An Exploration of the Perceptions and Attitudes of Senegalese Professors Toward Learner-Centered Instructional Strategies in Agriculture Courses
Gichane, Wangui C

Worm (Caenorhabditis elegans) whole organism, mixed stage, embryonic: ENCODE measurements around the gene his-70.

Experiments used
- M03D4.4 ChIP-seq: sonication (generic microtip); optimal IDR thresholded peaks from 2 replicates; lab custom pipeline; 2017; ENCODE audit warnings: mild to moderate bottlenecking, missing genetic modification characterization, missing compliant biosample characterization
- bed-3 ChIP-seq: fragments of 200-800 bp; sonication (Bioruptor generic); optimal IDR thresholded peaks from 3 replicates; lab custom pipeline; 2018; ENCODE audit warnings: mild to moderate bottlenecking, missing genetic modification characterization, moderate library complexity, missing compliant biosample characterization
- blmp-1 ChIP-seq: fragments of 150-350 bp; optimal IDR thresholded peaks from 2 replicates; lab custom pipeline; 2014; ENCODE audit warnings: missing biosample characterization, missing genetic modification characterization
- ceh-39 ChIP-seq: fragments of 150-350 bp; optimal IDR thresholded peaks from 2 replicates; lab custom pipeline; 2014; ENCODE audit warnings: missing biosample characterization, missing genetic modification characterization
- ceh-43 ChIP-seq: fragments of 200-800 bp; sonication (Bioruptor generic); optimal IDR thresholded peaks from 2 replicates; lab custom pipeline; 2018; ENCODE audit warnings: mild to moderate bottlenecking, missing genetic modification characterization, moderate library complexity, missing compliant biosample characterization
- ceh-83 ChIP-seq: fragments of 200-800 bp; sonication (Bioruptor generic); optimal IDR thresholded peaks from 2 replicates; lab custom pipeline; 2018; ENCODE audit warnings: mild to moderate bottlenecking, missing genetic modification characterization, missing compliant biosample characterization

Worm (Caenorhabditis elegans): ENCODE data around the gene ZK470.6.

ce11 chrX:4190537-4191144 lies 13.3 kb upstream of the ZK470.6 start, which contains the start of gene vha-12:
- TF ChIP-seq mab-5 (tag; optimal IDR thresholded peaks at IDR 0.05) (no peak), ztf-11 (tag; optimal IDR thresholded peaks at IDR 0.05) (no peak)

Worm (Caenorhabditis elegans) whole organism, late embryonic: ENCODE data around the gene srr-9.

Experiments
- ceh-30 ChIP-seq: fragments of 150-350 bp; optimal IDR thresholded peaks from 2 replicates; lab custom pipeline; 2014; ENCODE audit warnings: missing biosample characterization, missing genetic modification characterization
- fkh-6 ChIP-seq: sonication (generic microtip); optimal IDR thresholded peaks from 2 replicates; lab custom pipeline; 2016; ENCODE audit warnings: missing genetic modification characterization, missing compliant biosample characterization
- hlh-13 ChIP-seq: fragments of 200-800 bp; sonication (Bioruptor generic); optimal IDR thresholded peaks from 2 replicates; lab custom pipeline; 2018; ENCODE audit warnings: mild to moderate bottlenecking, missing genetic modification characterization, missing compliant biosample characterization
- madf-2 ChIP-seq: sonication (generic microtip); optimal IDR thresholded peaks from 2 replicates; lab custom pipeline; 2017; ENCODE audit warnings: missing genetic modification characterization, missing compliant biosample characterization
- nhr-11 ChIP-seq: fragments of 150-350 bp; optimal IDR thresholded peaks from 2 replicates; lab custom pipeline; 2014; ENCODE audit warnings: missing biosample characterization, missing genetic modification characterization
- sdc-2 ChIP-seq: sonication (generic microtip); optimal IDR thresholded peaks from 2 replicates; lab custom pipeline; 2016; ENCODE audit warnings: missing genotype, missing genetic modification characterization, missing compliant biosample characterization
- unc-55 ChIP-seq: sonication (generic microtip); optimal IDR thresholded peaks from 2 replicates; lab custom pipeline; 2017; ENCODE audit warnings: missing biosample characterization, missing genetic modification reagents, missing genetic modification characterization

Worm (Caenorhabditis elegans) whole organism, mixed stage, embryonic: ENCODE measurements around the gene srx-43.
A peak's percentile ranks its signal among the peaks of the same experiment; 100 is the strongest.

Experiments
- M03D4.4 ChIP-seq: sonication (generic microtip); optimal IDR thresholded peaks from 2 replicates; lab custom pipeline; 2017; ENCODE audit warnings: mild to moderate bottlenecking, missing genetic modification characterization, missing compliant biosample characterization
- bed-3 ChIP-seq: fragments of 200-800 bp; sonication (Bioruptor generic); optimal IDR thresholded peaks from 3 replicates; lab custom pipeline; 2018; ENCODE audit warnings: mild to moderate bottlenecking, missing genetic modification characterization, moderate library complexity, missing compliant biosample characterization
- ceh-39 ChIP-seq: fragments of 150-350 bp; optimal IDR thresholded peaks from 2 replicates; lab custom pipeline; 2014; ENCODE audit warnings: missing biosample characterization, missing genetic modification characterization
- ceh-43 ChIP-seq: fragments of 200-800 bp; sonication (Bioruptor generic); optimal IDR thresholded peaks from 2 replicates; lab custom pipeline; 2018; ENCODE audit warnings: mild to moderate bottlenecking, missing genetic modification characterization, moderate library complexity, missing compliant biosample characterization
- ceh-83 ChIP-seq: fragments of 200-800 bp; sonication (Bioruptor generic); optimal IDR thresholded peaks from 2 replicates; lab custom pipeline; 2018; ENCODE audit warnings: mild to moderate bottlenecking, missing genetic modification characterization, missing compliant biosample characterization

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Like many African nations, Senegalese education emphasizes teaching approaches characterized by lecture-driven courses and information memorization.The objective of the study was to assess the needs for employing learner-centered practices and challenges professors' faced in terms of current teaching and learning methods at five Senegalese higher-education institutions. An explanatory mixed method study was designed to assess professors' teaching strategies, attitudes toward learner-centered methods, social climate at the institutions, perceived confidence in effectively incorporating these methods, as well as the challenges faced in current teaching and learning approaches. Results showed professors had positive attitudes towards learner-centered methods and thought they were effective teaching techniques. Professors also indicated that they felt little to no pressure from their peers or institutions in employing other methods and some felt confident enough to use learner-centered strategies properly. Data also revealed that the culture of instruction and the constraints in teaching were the primary obstacles preventing professors from effectively incorporating the methods in their classrooms. The study's findings indicated that: 1) addressing the normative beliefs and social norms toward learner-centered methods requires an understanding of the cultural context of Senegalese instruction and 2) professional trainings can make a marked difference in how professors think about teaching practice, as well as increase self-efficacy that can influence their behavior toward more learner-centered strategies.
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